Understanding Bath Salt Addiction
When you think of bath salts, you may envision spa products and Epsom salts. However, bath salts also refer to a category of synthetic drugs which give users stimulant-like effects. Bath salts are also commonly referred to as synthetic cathinones, due to their similar chemical structure to a substance called cathinone, derived from the East African khat plant.1
Bath salts are man made, which is part of what makes their use so dangerous. People who use bath salts can potentially develop a bath salt addiction, leading to dangerous health conditions like increased blood pressure, paranoia, dehydration, and delirium.
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Bath Salt Addiction Statistics
Some bath salt addiction facts to consider include:
Bath Salt Addiction Causes
When someone uses bath salts, they will likely experience a rush of euphoria or energy. The effects of the drug are compared to other stimulants like cocaine, meth, and ecstasy, and because of that, there is a high potential for a substance abuse disorder to develop.
Like other substance abuse, bath salt abuse is caused by a combination of individual, genetic, and environmental risk factors. A person with a family history of addiction may be more likely to abuse substances including bath salts. Additionally, research shows that people with adverse childhood experiences are more likely to face addiction.
Bath Salt Addiction Risk Factors
Other addiction risk factors include:
Signs of Bath Salt Addiction
Bath salts can be taken orally, inhaled, or injected, with the most problems being associated with injection and snorting. When someone is experiencing synthetic cathinones addiction, they will likely show signs of bath salt abuse across a variety of physical, psychological, and behavioral symptoms.
Signs of addiction include:
Potential Consequences of Bath Salt Consumption
Because bath salts are not regulated, it is impossible for those who use the drug to know how much they’re using, and what exact chemicals are in the bath salts. There is also little research on the overall effects of bath salts. What we do know is that bath salt abuse can induce psychosis, which is a condition in the brain that leads to erratic behavior and personality disorders.
When researchers compared MRIs of a person’s brain on bath salts to a person with schizophrenia’s brain, there were similarities.6
Some of the short-term bath salt addiction symptoms include:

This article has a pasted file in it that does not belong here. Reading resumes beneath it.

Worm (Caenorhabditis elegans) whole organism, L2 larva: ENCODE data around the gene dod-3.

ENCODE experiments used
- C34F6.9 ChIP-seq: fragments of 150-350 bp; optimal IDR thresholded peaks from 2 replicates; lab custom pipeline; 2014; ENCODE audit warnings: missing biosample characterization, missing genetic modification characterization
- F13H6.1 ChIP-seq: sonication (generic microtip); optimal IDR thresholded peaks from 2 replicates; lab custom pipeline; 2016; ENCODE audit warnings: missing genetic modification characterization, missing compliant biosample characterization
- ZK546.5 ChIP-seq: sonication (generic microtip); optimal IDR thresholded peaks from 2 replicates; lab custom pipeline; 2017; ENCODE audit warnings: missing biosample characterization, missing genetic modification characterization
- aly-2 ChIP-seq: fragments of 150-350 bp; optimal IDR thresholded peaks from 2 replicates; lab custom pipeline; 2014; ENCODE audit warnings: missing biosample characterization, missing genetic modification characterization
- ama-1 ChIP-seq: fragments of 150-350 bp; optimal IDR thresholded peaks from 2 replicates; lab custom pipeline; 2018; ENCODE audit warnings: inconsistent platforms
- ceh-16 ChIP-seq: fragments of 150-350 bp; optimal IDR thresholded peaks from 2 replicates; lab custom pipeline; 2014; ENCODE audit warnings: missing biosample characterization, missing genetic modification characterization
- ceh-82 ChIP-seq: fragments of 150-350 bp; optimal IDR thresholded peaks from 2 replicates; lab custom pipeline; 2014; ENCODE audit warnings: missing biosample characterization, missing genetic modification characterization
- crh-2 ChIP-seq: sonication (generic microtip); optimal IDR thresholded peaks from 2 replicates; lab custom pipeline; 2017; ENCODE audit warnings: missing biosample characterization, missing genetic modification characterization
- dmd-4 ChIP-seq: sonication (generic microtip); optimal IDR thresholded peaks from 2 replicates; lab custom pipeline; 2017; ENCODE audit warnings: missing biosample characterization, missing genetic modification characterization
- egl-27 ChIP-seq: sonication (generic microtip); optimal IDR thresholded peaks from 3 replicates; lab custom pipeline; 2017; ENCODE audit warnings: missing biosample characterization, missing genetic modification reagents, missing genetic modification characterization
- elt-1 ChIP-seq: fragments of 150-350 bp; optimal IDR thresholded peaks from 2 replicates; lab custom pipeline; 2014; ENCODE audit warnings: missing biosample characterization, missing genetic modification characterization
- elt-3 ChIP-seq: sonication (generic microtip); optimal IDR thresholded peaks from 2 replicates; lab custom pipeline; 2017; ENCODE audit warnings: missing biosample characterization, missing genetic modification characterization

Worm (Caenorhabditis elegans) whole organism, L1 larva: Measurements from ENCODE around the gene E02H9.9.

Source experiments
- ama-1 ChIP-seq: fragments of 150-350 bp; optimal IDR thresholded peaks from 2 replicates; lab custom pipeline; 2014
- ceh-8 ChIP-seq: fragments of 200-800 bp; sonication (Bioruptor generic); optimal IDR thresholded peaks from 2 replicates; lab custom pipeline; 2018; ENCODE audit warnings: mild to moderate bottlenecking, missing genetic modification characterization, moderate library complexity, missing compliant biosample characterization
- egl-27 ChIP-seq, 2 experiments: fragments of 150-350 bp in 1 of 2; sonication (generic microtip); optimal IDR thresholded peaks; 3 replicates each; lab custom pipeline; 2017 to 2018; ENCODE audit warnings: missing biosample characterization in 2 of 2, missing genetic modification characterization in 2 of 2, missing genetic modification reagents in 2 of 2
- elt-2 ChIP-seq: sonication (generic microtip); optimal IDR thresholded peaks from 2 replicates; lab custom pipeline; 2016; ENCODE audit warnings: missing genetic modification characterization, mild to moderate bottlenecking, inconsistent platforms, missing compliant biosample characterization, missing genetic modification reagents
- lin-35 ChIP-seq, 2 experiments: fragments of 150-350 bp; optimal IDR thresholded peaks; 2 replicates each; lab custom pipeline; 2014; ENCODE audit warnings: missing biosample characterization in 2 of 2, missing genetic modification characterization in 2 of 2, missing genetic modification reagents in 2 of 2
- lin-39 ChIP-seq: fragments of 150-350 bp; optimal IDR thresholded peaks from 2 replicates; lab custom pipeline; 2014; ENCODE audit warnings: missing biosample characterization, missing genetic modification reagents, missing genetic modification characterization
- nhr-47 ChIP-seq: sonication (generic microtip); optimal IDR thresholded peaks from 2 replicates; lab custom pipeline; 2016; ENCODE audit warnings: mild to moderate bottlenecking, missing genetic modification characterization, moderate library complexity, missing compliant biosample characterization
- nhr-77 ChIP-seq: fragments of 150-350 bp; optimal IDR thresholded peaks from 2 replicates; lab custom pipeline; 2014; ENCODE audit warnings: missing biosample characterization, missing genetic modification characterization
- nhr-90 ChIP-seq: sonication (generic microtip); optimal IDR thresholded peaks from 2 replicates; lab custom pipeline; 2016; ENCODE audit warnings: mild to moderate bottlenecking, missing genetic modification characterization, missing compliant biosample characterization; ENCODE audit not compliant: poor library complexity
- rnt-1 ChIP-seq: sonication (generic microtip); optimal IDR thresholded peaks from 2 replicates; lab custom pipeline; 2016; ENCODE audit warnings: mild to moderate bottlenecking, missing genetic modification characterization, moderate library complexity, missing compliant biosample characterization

Physical Effects of Bath Salt Consumption
Bath salts can also cause physical effects like rashes, fever, excessive sweating, nosebleeds, muscle tension, and more. In severe cases, bath salt abuse can lead to seizures, heart attacks, and brain stem herniation, which can all be fatal.
Additionally, bath salt overdose is a possibility, as synthetic cathinone intoxication has resulted in dangerous levels of dehydration, breakdown of the body’s skeletal muscle tissues, kidney failure, and death.
Long-term effects of bath salts use include:
Bath Salts Withdrawal
When someone quits using bath salts, they will likely face withdrawal symptoms. As with other addictive drugs, the body goes through mental, physical, and emotional disturbances as the body cleanses itself of the toxins and begins the process of recovery.
Someone going through bath salts withdrawal can expect to feel:
Bath Salt Addiction Treatment
If you or a loved one are interested in getting help for bath salts addiction, know that there are many options available to you. When treating any substance use disorder, the first step is typically a detox program, where you can be medically supervised and supported as you detox from the drug in a medical facility. It is possible to detox at home, but people who complete detox in a facility may be more likely to stay sober, safe, and also experience fewer unpleasant withdrawal symptoms.
After detoxing, bath salt addiction treatment typically involves therapy interventions to get to the root of the addiction issue and any other co-occurring mental health issue. Common therapy techniques used for addiction include:
Studies show that cognitive-behavioral therapy (CBT) can be very effective at treating addiction. In this type of therapy, individuals learn how to identify negative thinking patterns which may contribute to addiction issues. Once negative patterns are identified, individuals can work with therapists to reframe their thoughts and find more positive coping mechanisms.7
This type of therapy can also be useful in treating bath salts abuse, as it involves rewarding individuals for “good behavior,” or staying sober. Contingency management can be an effective and motivating way for people to recover from bath salts abuse with a goal in mind.
Motivational Enhancement Therapy (MET)
MET is a type of therapy that helps people identify the reasons why they want to get help for their addiction issues. This therapy is particularly useful for people who have little motivation to quit using drugs and who need encouragement and self-awareness to begin their recovery from bath salt drug addiction.
If you’re looking for high-quality, compassionate treatment, you can find exactly that at Genesis Recovery. Healing from addiction can be a challenging journey, but you don’t have to do it alone. At Genesis Recovery, we’re with you every step of the way, helping you find the path to living a fulfilling and positive life.